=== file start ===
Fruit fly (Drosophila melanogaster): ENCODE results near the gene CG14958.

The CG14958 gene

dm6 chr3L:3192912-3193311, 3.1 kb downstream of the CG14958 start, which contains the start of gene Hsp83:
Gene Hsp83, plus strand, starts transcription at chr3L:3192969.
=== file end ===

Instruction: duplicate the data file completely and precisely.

Fruit fly (Drosophila melanogaster): ENCODE results near the gene CG14958.

The CG14958 gene

dm6 chr3L:3192912-3193311, 3.1 kb downstream of the CG14958 start, which contains the start of gene Hsp83:
Gene Hsp83, plus strand, starts transcription at chr3L:3192969.